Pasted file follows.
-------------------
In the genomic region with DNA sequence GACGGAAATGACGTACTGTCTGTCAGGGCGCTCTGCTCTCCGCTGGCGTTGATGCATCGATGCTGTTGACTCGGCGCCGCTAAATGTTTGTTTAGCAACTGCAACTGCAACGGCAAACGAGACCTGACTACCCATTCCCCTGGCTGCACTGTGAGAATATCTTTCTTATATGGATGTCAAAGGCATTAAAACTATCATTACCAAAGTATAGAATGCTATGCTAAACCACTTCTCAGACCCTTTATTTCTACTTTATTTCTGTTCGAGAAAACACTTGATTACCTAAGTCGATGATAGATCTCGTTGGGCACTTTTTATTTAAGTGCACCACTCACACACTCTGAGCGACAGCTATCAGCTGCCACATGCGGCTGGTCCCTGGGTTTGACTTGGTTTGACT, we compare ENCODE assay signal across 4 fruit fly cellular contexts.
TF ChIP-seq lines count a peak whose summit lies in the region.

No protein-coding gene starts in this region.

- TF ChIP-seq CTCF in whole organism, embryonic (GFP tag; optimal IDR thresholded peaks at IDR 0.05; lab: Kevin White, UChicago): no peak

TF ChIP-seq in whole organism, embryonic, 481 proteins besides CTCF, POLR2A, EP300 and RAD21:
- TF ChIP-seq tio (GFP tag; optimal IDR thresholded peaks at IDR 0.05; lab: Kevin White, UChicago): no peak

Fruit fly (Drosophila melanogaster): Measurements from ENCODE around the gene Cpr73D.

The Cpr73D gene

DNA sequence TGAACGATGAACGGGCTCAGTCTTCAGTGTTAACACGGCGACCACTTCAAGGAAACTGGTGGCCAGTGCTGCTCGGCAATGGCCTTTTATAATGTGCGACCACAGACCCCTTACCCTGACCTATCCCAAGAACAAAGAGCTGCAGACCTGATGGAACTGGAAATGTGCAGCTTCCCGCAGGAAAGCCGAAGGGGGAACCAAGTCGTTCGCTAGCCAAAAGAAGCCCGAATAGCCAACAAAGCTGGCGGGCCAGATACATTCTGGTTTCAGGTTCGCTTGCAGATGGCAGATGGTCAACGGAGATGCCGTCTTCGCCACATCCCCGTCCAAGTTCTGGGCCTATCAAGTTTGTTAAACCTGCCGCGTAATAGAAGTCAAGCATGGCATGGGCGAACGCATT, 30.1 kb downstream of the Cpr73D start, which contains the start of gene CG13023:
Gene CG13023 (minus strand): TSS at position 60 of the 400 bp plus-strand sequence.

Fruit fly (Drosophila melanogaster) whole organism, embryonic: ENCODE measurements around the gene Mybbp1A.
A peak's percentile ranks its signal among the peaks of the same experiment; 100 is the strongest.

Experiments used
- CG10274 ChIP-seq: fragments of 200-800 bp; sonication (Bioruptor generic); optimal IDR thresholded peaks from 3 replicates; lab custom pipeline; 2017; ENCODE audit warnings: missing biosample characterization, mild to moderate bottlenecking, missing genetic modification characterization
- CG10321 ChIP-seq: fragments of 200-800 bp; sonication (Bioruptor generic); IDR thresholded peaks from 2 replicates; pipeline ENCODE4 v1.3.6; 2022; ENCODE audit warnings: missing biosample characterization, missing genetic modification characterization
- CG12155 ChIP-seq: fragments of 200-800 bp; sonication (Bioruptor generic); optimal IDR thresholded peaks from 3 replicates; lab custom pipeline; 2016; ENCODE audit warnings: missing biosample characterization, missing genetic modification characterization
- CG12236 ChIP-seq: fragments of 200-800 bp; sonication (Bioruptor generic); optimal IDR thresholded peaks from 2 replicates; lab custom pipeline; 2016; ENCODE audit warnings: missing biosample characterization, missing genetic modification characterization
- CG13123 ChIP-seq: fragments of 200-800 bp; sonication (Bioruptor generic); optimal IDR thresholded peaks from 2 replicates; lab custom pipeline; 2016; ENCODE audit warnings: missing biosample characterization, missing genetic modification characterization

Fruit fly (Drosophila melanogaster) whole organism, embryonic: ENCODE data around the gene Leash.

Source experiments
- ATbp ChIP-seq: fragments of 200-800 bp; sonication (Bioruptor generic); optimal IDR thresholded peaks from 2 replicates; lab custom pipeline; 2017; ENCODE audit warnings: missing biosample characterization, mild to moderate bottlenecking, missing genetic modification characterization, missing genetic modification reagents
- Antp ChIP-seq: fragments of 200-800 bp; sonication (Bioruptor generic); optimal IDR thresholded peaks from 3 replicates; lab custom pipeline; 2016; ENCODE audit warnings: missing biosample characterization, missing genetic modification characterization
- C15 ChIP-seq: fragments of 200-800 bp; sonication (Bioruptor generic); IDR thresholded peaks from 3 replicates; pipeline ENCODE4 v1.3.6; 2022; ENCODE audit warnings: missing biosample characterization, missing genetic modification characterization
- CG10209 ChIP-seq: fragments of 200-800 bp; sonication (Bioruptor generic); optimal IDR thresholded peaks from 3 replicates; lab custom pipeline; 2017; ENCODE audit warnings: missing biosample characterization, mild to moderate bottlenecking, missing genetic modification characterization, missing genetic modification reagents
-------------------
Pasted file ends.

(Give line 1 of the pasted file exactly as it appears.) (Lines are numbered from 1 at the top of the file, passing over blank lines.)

In the genomic region with DNA sequence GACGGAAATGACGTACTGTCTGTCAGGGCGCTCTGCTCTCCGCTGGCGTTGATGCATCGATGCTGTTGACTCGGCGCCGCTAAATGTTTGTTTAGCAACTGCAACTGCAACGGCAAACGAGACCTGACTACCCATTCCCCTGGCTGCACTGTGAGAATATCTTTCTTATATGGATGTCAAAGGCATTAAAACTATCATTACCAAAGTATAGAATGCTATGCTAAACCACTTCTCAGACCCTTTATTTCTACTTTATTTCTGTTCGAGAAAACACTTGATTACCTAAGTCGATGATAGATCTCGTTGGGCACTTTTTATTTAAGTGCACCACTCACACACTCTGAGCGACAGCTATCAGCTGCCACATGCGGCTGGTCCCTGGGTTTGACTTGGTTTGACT, we compare ENCODE assay signal across 4 fruit fly cellular contexts.